“I didn’t wake up one day agoraphobic, although it may have seemed that way. When I look back now, it was definitely a slow progression, but a steady one. My life was definitely stuck, limited, and pretty sad – a prisoner of my house and my mind. At it’s smallest, my world consisted of my house, and leaving the house with my parents, but only if we stayed in town. My therapist at the time suggested a residential treatment center in Texas that she had had some success with. Next came the paperwork because of course this center was out of network. It was denied and I appealed and it was eventually sent to arbitration. Both sides agreed to abide by their decision. It was approved! The insurance company still denied it, so we had to get the MN Attorney General’s office involved and an attorney. After we did this, the insurance company shortly approved it. I could go. The enemy definitely didn’t want me to go, but God had other plans. But first I had to get to Texas, which involved airplanes. Getting an agoraphobic to Texas via flying is a now hilarious, albeit different story.
My first trip to Texas didn’t go according to plan. I was put in the wrong unit, and when I got home it was clear I hadn’t really made much of a gain. A few months later, after reassurances that I would be put in the right treatment unit, I made a plea to insurance to return. This treatment facility was quite expensive, and I wasn’t optimistic that they would shell out upwards of 100K after my last experience. However, never doubt what God can do! It was approved on the first try. No Attorney General’s office!
When I look back on this whole episode of my life, there is no doubt that God was orchestrating every second of it. When I really think about that and try to wrap my brain around it, it’s almost impossible, but nonetheless amazing. In preparation for writing this, I looked back into my journal from this time and for the days before this. I was feeling really down and detached from any progress I had made. I wanted to cut my losses and return home as it all felt hopeless. Then I went to Joel Osteen’s Lakewood Church one night with thousands of other strangers. I was waiting in the lobby and a woman in her mid 20’s came up to me with her parents and said, “God put it on my heart to pray for you and tell you that you will have a happy year.” Then they walked away. I was stunned and speechless, as I have never had anything like this happen to me. When I think about the thousands of people in this building (it’s huge as the Rockets used to play there), and this one woman connected with me? It was God, connecting with me at my low point.
As part of the Creative Conference workshop at the Duluth Vineyard, I performed a piece, movement, to a poem I had written on coming out of the agoraphobia. For me, writing and really anything you might label ”creative”, are ways I get my thoughts, feeling, and emotions out. It is how God has hard-wired me, and I feel so much better and whole when I create. Many years ago I had done a practicum at a juvenile jail as part of my teacher training. On the tour, I was locked into a cell for a brief bit to see what my students’ lives are like. That was my one and only experience with a jail cell, but it was profound. So when it came to writing the poem, I used the experience of that jail cell as a metaphor for my experience with agoraphobia. For that is what this was, I was a prisoner of my own home and mind. My parents were my “jailers”, as I couldn’t go anywhere without them.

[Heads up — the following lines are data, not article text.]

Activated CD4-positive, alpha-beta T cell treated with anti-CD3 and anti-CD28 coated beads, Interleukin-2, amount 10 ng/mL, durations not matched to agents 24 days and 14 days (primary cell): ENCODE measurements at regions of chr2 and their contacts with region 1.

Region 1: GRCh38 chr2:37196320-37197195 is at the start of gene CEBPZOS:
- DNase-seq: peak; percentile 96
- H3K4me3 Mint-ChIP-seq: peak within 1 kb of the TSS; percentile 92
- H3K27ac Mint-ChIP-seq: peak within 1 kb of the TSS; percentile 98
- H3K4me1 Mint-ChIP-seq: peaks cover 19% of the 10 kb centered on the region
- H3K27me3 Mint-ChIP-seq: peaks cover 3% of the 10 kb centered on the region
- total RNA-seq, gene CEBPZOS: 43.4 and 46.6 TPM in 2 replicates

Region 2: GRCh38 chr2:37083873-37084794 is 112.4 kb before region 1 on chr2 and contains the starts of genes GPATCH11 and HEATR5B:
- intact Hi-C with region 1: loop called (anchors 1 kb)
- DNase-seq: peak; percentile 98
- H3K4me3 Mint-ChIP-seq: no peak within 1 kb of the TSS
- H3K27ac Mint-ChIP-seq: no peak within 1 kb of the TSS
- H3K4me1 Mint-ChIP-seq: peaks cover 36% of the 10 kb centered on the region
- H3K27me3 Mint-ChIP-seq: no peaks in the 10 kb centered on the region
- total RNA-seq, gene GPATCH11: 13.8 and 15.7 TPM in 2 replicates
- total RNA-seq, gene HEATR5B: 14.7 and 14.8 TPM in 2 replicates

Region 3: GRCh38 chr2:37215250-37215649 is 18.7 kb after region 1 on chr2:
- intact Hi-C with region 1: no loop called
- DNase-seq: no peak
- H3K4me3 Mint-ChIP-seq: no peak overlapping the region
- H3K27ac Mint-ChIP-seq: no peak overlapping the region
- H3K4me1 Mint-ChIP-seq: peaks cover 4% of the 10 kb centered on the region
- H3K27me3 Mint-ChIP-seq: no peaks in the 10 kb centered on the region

Just as I didn’t wake up agoraphobic one day, I didn’t wake up cured one day either. It has been a long journey. God has led me down many roads that I never thought I would be able to do again. In my journey, there have been pretty big God-moments, like being able to go to this treatment center. However, there have been just as many tiny God-moments. In my journal, I noticed there were many times that scheduled treatment sessions were in jeopardy because someone was sick, etc. Well, God always came through and I got to complete them. The tiny God-moments are just as significant as the big ones. It’s the big ones that get our attention in an “aha” way, but the tiny ones are embedded into our daily life, many times private moments between us and God.
Before agoraphobia, there were many things I took for granted, such as driving to Target on my own, meeting new friends for dinner, and the freedom to choose what I want to do. I’ve flown since treatment, by myself, and it was good. God has led me onto many journeys, big and small. To this day I am 11 years post-treatment and he is still leading me on new journeys. Every time I finish one, it still amazes me. Last year I drove to the cities by myself for the first time in I’m not sure how long. Yes, I was nervous, but He got me through it. He has gotten me through all of this, and he He will continue to get me through. Does this mean that I don’t struggle with agoraphobic thoughts or anxiety anymore? Of course not. There are still struggles. The difference is that I can look back and see where He has brought me from, and with His help, we can get through whatever comes my way. I know these agoraphobic thoughts and anxiety are from the enemy, and not God. As each sunset closes the day and each new sunrise ushers another in, I know I will be okay. That is what God has promised and shown me in my life, and this is enough. How can it not be?”